A new discovery from OMRF could help identify those at risk for colon cancer, which claims 655,000 lives each year but is treatable if found early enough.
In a paper published this month in the Journal of Cancer Research, OMRF scientist Courtney Gray Montgomery, Ph.D., identified a cluster of three genes associated with early-onset colon cancer in families.
“Several studies have been done on the genetics of colon cancer, but they all missed these genes because they were looking at samples from individuals and not families,” she said. “We were the first to find the link, and then our work was confirmed by a group of Swedish scientists.”
Montgomery said through her collaboration with Sandford Markowitz, M.D., Ph.D., at the Case Comprehensive Cancer Center in Cleveland, they have been able to predict with about 60 percent certainty that people with the gene cluster will get colon cancer.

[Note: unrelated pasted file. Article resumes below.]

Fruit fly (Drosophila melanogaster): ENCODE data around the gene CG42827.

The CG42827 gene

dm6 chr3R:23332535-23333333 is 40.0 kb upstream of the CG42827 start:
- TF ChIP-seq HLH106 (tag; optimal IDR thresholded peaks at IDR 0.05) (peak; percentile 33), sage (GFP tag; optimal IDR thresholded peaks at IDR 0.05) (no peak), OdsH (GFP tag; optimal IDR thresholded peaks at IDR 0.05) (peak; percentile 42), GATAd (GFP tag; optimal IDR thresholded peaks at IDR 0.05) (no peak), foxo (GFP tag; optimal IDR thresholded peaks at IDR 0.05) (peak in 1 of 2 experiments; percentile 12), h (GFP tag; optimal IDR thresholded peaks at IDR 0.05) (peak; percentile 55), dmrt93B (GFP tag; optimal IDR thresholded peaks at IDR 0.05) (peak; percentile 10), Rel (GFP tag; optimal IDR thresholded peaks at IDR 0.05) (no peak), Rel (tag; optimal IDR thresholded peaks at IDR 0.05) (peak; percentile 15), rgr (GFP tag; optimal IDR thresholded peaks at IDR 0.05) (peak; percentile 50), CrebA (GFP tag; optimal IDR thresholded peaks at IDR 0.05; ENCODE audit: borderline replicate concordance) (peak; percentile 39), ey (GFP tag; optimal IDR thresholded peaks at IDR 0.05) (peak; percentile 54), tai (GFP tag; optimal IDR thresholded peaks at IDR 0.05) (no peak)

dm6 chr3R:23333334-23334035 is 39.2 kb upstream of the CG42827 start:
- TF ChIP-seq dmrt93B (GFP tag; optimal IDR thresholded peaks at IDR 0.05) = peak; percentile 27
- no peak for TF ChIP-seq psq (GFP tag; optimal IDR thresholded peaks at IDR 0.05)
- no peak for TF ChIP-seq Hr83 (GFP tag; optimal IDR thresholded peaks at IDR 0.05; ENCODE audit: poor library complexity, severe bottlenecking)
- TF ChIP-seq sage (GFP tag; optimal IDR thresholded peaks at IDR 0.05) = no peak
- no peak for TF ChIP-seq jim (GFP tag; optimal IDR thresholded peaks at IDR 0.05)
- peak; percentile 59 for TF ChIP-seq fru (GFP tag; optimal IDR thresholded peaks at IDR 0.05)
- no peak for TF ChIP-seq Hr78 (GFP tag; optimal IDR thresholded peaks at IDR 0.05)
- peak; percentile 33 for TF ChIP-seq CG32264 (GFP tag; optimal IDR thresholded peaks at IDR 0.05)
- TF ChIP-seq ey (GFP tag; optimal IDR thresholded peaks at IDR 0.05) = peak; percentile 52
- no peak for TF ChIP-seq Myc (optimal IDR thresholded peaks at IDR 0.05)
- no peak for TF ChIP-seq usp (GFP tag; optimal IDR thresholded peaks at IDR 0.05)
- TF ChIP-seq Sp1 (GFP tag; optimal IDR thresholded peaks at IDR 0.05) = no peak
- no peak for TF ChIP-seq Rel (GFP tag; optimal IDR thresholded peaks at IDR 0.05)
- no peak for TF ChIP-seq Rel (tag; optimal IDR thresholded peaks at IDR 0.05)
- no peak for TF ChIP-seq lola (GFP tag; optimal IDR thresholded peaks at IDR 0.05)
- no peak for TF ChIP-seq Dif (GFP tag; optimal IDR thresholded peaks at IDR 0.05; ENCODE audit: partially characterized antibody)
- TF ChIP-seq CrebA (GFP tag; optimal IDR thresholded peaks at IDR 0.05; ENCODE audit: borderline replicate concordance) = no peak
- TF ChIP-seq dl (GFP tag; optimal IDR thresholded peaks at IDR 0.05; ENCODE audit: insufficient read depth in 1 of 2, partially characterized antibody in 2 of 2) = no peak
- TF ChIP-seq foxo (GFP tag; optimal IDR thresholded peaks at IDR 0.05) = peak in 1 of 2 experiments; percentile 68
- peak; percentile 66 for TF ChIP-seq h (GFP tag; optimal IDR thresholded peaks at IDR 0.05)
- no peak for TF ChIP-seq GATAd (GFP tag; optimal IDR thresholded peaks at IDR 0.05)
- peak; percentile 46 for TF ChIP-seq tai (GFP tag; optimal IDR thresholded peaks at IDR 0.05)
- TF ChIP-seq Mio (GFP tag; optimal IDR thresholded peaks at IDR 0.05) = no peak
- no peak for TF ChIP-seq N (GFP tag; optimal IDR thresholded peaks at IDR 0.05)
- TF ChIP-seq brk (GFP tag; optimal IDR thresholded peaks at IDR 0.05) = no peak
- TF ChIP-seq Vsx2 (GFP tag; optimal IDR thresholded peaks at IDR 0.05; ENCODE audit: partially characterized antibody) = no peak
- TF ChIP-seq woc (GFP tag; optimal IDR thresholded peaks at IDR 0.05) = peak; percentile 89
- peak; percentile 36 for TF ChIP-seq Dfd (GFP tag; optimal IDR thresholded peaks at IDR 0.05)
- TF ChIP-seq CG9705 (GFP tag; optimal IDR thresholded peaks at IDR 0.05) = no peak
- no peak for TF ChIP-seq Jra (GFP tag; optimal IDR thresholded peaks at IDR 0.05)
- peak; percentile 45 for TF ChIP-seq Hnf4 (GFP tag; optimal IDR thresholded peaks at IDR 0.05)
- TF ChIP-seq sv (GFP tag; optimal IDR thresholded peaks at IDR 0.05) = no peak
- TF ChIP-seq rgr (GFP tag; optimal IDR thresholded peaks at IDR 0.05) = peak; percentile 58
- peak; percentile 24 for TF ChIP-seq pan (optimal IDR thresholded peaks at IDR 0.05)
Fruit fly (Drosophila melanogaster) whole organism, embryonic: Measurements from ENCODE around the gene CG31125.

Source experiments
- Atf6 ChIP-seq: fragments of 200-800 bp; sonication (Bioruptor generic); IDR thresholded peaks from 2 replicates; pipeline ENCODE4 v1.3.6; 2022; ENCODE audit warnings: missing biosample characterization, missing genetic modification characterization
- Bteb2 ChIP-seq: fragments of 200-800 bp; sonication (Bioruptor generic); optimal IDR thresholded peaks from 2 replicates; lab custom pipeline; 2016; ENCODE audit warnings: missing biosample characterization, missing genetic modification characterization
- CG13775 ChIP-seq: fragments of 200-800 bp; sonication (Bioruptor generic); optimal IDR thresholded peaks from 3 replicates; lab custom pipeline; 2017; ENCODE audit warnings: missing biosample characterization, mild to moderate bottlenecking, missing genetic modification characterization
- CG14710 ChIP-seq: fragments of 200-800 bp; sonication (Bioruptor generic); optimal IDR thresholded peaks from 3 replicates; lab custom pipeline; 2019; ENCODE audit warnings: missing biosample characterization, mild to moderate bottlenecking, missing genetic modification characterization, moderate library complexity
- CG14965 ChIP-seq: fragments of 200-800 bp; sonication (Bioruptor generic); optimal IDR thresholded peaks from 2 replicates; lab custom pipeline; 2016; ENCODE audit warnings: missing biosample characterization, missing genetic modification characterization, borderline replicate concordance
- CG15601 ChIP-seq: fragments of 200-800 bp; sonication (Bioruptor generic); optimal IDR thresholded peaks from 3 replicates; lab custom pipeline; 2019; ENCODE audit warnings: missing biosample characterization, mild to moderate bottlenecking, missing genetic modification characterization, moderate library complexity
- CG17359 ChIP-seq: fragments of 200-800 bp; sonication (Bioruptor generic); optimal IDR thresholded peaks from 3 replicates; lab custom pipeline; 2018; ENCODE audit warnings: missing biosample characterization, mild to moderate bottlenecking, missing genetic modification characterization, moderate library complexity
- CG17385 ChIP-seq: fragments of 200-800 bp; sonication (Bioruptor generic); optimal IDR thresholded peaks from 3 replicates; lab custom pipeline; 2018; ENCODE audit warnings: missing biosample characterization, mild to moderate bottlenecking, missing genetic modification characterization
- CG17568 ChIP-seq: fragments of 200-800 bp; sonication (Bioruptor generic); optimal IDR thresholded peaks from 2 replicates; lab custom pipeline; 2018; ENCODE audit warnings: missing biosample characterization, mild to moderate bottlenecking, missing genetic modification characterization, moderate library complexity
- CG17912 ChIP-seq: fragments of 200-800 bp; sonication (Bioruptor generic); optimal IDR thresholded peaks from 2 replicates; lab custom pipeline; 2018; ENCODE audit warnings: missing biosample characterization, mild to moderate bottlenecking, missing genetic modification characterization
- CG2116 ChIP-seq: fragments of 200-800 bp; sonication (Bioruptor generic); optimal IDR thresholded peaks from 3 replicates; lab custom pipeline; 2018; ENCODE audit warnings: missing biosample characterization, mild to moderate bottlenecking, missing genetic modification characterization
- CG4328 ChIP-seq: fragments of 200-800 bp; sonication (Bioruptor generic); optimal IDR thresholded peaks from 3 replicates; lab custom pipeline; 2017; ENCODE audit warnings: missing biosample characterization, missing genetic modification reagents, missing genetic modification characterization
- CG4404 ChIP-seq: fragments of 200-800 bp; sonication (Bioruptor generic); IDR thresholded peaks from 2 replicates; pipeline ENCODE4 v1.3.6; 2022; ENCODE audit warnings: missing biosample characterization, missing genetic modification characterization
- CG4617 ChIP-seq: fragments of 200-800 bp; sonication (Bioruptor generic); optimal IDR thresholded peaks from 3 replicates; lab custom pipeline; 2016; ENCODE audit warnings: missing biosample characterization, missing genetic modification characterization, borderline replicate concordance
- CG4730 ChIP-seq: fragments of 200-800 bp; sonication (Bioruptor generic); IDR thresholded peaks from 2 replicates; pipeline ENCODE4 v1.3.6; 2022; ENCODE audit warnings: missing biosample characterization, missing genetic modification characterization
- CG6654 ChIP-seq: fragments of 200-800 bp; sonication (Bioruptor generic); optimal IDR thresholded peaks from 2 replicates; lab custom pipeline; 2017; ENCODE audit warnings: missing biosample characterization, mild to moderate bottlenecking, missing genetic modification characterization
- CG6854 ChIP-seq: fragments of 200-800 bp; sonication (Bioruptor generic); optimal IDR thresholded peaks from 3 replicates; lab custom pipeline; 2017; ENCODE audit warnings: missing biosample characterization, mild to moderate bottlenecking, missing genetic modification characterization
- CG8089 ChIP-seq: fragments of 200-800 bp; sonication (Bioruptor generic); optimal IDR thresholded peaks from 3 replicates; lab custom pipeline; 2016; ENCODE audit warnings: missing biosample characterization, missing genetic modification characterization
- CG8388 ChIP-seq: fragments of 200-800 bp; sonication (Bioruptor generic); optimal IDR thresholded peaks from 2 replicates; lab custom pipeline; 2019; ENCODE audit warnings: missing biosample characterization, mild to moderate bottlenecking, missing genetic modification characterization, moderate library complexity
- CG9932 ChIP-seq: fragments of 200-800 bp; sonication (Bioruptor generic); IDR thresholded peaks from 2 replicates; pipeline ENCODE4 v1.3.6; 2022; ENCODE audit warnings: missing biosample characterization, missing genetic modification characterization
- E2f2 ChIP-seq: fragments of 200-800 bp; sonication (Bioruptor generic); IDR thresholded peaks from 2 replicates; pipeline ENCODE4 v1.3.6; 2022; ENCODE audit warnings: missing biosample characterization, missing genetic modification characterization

“When we find which of the three genes is the ‘driver,’ then we’ll be able to make more accurate predictions,” she said.
Because the genes cause early-onset colon cancer, predictions can save lives, she said. According to the American Cancer Society, colon cancer caused approximately 50,000 deaths in the U.S. last year, making it the second-leading killer among all cancers.
The U.S. Department of Health recommends people begin to receive colon cancer screenings at age 50, but early-onset colon cancer can happen before those tests take place. With genetic testing, families can find out if their doctors should begin looking for signs of cancer earlier.
“We’re going to continue studying these genes and hope to discover which plays the most critical role,” Montgomery said. “Then maybe we can begin looking for therapeutics to regulate the genes to prevent the cancer from even starting.”
Montgomery worked with scientists from the Mayo Clinic, the Cleveland Clinic and Case Western Reserve University on the project. Funding was provided by the Prevent Cancer Foundation, the Howard Hughes Medical Institute and the National Cancer Institute.